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Olympic medals: the nations who make the most of their population and cash



By Nick Harris

SJA Internet Sports Writer of the Year

23 July 2012

There is typically a strong relationship between the size of a nation’s population, its financial resources and the amount of medals it wins at an Olympic Games.

A variety of studies has shown this to be the case, and predictions for London 2012 abound, from Dan Johnson in Colorado (link to article), (and link to his data) to Goldman Sachs (link to article), (and to their data), and umpteen others in between.

Goldman think Britain will win 30 golds to finish third in the medals table, which looks optimistic, although as written in our own January predictions for sport in 2012, we reckon that Team GB will win 24 golds (and 55-60 medals altogether) to pip Russia for third place in the final medals table, behind the USA and China.

Trying to guess medal tallies, based on science or a hunch, is part and parcel of the Olympic build-up. What actually happens tells us much about the sporting world we live in, and how different nations treat sport.

In the article linked here from March, we looked at which nations won the most gold medals at the 2008 Beijing Olympics per 1m people. Jamaica came out on top, followed by Estonia, with Mongolia, New Zealand, Georgia and Australia all doing very well too.

To explore this in much greater detail for Sportingintelligence, Ben Jones of the DataRemixed blog has now used population and GDP data to produce the brilliant interactive graphic below to allow you to explore which nations punched above or below their weight at the 2008 Games when numbers of people and cash are taken into account.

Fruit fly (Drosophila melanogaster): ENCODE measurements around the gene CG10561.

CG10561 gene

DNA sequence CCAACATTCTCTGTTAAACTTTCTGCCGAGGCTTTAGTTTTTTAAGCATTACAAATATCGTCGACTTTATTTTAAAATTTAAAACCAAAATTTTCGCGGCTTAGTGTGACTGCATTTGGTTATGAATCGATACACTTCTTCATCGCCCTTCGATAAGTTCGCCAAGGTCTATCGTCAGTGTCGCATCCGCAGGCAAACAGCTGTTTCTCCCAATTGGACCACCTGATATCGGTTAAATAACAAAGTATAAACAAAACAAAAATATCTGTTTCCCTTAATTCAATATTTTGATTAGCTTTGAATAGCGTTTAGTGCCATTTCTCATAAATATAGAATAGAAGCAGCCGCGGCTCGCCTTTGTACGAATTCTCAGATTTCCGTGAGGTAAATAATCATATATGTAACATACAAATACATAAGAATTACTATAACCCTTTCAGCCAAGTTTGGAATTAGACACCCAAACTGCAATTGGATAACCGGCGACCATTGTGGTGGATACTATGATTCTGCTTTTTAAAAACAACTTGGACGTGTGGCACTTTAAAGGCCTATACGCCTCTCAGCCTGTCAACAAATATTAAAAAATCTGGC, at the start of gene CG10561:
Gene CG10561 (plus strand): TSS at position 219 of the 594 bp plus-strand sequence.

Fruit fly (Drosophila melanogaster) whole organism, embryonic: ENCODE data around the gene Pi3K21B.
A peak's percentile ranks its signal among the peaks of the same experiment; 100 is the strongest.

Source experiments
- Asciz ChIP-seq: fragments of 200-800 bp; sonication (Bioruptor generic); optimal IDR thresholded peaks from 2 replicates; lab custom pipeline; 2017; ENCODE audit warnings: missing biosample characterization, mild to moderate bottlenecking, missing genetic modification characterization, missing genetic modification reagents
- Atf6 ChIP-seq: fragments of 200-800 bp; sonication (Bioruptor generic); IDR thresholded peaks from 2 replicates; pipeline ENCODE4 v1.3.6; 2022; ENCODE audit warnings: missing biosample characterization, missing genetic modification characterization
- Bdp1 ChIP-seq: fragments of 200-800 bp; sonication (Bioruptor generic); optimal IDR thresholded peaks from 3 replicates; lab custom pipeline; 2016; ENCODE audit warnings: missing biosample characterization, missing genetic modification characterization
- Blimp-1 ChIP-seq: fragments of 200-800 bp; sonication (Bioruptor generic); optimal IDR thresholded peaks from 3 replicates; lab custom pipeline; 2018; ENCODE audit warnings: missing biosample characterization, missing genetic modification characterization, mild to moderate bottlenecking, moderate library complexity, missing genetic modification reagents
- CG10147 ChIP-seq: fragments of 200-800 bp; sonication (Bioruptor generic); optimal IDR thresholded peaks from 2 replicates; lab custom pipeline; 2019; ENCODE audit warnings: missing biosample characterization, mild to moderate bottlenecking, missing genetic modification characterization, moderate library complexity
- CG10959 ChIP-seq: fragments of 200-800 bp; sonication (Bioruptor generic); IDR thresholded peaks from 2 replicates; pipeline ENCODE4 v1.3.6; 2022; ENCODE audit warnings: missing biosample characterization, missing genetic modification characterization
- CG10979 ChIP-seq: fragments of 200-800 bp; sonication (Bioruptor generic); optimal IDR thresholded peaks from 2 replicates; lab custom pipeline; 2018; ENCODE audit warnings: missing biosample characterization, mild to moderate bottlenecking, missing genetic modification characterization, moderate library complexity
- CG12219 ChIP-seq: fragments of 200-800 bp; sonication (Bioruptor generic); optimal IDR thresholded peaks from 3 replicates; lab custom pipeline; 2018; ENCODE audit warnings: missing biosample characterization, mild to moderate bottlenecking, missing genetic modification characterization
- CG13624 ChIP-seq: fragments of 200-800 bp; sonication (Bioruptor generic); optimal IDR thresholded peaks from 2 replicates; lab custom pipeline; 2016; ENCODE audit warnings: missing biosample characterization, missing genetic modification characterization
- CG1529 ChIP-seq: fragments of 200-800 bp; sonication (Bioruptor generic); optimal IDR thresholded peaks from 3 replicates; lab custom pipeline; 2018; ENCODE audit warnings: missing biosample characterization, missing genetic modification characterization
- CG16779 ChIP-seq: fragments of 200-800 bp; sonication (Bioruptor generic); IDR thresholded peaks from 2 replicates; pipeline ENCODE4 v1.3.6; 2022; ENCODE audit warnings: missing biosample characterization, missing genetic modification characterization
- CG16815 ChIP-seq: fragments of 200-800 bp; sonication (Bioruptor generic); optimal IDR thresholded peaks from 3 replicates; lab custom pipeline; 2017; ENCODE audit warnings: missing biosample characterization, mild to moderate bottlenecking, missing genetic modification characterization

NB: the graphic, driven by Tableau software, will take a few moments to load 

The graphic allows you to see which nations most effectively use their population and GDP to win medals.

The opening page shows you which nations won most medals (of all colours) by head of population in Beijing, and you can see Bahamas were No1, followed by Jamaica, Iceland and Slovenia.

But by changing the tab on the left (population) to GDP, you’ll see that Zimbabwe become the most efficient nation, winning more medals per £ of GDP than anyone, ahead of Jamaica, Mongolia and Kenya.

If you just want to consider gold medals, or silver, or bronze, then change the right-hand tab to recalculate.

If you just want to look within a specific continent, change the middle tab.

Click on a country’s name on the map, or on their flag in the graphs, for more details about the relevant achievements.

There is a wealth of information available by searching for different findings, but some ‘best and worst’ findings include:

  • Iceland were the best nation in Europe in winning most medals per person (3.31 per 1m people) and Portugal were worst of those that won medals (0.19 per 1m people).
  • Belarus won most medals per £ of GDP in Europe, and Belgium won fewest.
  • In Asia, Armenia won most medals per people, while India won fewest (of those that won medals); India also had the worst return by GDP in Asia, while Mongolia had the best return.
  • In Africa, Zimbabwe punched highest above its weight (of those winning medals) in financial terms, and South Africa fared worst. In population terms, Mauritius was the best African nation and Egypt the worst.


(If the graphic fails to appearview it externally here. NB: It’s a complex graphic so it takes a few moments to get started)





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